In 2008, hundreds of quilters from across Indiana and beyond helped the Indiana State Museum and the Quilter’s Guild of Indianapolis piece quilt blocks. The quilt blocks were used in the creation of quilts donated through Quilts of Valor to veteran’s recovering at the Richard L. Roudebush VA Medical Center in Indianapolis. In conjunction with the exhibit Frugal & Fancy: Indiana Quilts, the Indiana State Museum is teaming up with QGI again for a Quilt-In on May 21 and 22 to benefit charities.

Finished quilts awaiting delivery to charities.

What is a quilt-in? The Quilter’s Guild of Indianapolis hosts monthly quilt-ins where quilters bring their own sewing supplies and, using materials donated by other quilters, piece together quilts to be donated to a local charity. But this is also an opportunity to get together with other quilters!

Are you a quilter and interested in helping out? QGI members will be hosting a Quilt-In at the Indiana State Museum on Saturday May 21 from 9:30 a.m. to 3 p.m. and May 22 from 10:30 to 3 p.m. Please bring your own sewing supplies, though some sewing machines will be available. This event is free and registration is not required (attendance does not include admission to the museum). When you arrive to the museum, head to Level 2. The quilters will be located in the School No. 5 classroom.

Attend one day or both days! More quilters means more completed quilts; and more quilts can be given to charity!

April showers in Brown County (umbrellas included)

Written by Davie Kean, master gardener at the T.C. Steele State Historic Site

The arrival of spring might be described as lenient, merciful and mild. These terms are also the definition of the word clement, Theodore Steele’s middle name.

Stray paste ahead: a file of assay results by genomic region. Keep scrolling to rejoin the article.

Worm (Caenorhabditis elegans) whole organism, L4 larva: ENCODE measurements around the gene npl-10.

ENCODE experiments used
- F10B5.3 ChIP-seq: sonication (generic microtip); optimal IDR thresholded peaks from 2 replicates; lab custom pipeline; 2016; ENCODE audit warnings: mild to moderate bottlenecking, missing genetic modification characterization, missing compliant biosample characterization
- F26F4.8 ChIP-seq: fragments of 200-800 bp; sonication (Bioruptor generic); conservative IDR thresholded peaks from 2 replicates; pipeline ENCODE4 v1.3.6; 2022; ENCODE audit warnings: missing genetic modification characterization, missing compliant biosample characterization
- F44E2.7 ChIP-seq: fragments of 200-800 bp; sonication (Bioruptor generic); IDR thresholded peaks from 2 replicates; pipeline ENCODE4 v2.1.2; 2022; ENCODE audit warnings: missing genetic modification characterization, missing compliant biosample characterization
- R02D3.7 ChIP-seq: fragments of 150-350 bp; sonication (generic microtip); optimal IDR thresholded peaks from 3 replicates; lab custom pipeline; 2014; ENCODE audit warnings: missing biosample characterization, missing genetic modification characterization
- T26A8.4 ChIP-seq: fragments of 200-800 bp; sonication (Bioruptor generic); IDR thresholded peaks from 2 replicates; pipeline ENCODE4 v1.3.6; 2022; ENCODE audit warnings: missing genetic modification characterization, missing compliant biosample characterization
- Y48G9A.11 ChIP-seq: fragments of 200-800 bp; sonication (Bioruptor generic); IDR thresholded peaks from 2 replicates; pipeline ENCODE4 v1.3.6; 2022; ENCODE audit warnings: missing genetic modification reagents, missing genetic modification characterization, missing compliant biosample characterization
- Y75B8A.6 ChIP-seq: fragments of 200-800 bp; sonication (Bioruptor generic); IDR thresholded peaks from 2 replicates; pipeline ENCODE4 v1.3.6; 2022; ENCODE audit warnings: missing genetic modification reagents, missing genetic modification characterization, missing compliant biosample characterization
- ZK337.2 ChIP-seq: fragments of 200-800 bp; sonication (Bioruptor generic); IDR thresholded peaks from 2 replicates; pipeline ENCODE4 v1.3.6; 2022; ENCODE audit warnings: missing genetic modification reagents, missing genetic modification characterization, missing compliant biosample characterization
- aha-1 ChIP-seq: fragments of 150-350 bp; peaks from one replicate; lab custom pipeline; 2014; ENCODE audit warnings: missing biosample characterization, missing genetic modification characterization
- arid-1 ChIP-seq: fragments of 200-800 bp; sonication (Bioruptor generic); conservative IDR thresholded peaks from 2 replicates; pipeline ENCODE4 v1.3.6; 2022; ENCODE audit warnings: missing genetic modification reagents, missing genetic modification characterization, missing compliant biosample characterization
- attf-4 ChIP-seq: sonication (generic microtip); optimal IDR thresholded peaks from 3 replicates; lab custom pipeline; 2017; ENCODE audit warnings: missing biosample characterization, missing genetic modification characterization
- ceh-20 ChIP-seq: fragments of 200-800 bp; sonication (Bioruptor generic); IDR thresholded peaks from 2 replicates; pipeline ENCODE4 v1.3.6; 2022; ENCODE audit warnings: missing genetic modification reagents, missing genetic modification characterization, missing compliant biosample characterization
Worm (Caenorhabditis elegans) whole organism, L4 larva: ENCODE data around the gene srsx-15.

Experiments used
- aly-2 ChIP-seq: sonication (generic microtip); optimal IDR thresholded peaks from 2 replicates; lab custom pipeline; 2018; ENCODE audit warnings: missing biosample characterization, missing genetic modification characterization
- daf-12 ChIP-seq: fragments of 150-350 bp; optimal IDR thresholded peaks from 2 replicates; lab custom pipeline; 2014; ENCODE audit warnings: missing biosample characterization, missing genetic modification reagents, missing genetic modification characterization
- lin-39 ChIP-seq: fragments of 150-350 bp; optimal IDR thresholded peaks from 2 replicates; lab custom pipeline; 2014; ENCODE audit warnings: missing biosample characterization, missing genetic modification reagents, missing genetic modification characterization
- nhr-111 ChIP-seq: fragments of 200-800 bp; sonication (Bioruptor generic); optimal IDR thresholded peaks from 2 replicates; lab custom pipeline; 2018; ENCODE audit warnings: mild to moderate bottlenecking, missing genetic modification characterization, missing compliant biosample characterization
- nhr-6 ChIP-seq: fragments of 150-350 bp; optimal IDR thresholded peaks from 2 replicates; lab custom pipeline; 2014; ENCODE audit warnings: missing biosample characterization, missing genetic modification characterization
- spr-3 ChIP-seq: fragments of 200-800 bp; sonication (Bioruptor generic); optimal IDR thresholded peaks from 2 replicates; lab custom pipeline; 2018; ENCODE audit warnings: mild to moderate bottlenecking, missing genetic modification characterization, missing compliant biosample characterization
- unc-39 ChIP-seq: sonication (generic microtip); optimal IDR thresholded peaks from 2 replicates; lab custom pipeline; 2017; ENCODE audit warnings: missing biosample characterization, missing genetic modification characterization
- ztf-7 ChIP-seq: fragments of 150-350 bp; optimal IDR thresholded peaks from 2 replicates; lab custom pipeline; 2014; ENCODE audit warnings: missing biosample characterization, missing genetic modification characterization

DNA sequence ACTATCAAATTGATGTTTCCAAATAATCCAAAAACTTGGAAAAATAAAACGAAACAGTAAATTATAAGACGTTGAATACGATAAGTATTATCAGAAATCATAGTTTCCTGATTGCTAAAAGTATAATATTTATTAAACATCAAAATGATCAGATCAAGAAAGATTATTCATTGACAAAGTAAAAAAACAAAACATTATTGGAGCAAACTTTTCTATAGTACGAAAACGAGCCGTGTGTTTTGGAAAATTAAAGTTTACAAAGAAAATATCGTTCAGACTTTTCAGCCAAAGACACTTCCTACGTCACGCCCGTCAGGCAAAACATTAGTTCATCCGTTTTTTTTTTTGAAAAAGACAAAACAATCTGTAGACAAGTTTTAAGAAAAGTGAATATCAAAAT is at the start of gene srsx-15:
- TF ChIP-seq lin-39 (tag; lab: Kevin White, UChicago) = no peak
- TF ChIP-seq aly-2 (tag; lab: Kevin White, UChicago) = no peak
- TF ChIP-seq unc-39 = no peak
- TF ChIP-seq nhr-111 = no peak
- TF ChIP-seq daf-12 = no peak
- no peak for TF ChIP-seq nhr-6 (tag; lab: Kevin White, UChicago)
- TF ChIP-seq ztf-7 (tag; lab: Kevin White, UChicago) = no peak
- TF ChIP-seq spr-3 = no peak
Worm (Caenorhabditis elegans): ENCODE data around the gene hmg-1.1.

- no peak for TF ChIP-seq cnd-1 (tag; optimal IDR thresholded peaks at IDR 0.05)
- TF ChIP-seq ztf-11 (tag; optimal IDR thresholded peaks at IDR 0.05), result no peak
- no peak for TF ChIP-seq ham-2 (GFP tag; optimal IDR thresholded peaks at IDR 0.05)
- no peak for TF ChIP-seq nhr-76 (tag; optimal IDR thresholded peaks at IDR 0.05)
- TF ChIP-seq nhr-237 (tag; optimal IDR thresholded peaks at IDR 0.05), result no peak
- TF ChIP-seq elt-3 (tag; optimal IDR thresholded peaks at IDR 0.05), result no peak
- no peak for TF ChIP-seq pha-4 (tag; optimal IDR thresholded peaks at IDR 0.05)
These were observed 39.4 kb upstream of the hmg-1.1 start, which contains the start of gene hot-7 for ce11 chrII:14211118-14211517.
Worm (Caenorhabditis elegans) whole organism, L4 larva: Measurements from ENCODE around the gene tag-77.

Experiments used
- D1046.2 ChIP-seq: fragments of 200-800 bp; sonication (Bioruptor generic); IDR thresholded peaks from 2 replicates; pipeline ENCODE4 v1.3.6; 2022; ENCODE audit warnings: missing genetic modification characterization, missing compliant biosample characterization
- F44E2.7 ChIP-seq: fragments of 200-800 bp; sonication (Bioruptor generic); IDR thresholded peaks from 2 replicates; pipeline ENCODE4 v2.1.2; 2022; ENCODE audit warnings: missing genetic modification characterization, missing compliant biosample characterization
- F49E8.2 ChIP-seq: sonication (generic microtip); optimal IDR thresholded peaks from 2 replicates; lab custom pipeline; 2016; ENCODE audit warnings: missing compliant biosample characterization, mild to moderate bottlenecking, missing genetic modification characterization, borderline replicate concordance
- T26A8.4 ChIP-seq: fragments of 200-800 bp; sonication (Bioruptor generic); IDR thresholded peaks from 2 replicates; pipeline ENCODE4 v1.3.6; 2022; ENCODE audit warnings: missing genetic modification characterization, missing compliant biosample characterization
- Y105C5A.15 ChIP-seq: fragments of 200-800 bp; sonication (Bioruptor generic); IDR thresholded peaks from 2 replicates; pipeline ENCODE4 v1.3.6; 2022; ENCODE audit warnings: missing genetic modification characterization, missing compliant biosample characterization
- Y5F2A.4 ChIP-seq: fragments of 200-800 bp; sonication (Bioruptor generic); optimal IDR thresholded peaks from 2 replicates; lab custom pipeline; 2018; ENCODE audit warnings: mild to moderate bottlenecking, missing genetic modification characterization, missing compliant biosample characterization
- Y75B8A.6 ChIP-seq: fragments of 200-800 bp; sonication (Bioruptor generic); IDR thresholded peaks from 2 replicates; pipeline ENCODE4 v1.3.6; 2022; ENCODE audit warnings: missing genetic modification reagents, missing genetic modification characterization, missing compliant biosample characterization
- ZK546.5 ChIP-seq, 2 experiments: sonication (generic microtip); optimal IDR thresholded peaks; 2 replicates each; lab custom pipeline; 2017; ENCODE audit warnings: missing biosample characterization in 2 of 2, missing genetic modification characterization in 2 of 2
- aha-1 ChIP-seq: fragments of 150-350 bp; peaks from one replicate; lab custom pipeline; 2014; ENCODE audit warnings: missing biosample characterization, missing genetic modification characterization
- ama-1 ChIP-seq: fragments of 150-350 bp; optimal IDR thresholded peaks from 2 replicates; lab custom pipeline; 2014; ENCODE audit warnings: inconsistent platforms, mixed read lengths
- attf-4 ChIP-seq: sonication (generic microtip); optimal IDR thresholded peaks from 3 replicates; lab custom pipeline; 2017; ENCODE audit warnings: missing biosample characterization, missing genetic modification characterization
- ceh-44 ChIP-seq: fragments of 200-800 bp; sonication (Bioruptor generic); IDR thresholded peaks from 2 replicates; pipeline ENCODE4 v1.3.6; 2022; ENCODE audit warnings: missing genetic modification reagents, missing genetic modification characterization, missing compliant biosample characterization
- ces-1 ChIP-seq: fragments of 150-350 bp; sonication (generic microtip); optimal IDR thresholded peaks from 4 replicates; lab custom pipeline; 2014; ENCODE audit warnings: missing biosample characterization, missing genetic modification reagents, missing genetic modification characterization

I’ve never lived in a city, but I expect that city dwellers also have budding expectations as the end of winter becomes more than just wishful thinking. We all await signs of spring — snowdrops, short sleeves — even rain! A bluebird’s trill one day, a drift of daffodils the next. Spring is cumulative.

Actually spring is more of a dance — two steps forward, one step back. After being teased by temps in the low 70s, it’s back to barely above freezing — but great weather for clearing out the flower beds in Selma Steele’s historic gardens. For you, T.C. Steele’s studio and the country home he shared with his wife Selma offer a glimpse into the past and the arrival of a new season, while sheltered from inclement weather.

T.C. Steele staff member Mary Ann Woerner captured this cheery April scene, despite the drizzle.

Although the site has much to offer on sunny days, (a hike along our wooded trails, a meditative moment at the cemetery, or a stroll through the historic gardens) it’s just as inspiring when the forecast turns gray. Sure, you could remain comfortable and cozy at home, but why not experience a bit of life in the early 1900s — and feel even more comfy in comparison?

Just as 40 degree temperatures feel cool in April but warm in January, comfort is relative. The Steele’s lifestyle (a term yet to be invented in their day) was opulent compared to that of their new Brown County neighbors, but mainstream in Indianapolis, where they usually wintered until 1916.

Eventually, Nature’s attractions overcame convenience, and T.C. and Selma decided to stay in Brown County year-round. Our schedule now coincides with theirs — we’re open year-round — whatever the weather. Don’t let the rain stop you from visiting. We’re high and dry on Bracken Hill.*

Experience spring in both 1907 and 2011. Let your expectations rise along with the waters of Salt Creek. Next time it rains, take a trek to Brown County and enjoy art, history and nature on 211 acres. Leave your umbrellas at home — we have plenty to spare.

*If spring floods leave the road underwater, call 812.988.2785 for detour directions.